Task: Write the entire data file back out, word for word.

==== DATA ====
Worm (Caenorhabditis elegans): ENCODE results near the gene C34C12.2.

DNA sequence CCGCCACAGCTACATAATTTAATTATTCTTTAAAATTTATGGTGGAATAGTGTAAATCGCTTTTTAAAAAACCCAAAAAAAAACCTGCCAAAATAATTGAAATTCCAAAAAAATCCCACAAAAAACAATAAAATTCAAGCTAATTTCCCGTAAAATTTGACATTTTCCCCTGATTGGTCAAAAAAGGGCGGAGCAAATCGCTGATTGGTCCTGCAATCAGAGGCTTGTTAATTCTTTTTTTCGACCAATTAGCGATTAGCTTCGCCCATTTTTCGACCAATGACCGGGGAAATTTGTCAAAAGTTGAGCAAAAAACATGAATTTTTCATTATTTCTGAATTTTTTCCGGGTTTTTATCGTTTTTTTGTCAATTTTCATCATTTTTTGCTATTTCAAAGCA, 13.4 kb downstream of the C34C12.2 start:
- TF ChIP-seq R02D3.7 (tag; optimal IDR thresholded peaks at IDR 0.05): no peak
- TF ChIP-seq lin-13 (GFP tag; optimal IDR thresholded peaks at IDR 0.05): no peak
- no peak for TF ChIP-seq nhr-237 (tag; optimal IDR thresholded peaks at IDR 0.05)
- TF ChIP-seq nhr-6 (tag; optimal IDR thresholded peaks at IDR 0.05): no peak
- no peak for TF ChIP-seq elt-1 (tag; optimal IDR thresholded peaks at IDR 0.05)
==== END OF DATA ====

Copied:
Worm (Caenorhabditis elegans): ENCODE results near the gene C34C12.2.

DNA sequence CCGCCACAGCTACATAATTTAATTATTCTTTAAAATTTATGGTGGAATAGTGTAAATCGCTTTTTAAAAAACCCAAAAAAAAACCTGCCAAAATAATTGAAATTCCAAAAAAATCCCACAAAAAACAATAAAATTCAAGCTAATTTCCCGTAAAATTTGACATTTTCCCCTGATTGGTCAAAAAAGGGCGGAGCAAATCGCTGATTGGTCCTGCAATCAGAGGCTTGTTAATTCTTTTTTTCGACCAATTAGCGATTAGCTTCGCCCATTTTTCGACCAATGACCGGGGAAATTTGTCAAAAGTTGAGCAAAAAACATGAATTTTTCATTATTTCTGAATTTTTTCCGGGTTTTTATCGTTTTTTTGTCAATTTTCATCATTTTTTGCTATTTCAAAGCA, 13.4 kb downstream of the C34C12.2 start:
- TF ChIP-seq R02D3.7 (tag; optimal IDR thresholded peaks at IDR 0.05): no peak
- TF ChIP-seq lin-13 (GFP tag; optimal IDR thresholded peaks at IDR 0.05): no peak
- no peak for TF ChIP-seq nhr-237 (tag; optimal IDR thresholded peaks at IDR 0.05)
- TF ChIP-seq nhr-6 (tag; optimal IDR thresholded peaks at IDR 0.05): no peak
- no peak for TF ChIP-seq elt-1 (tag; optimal IDR thresholded peaks at IDR 0.05)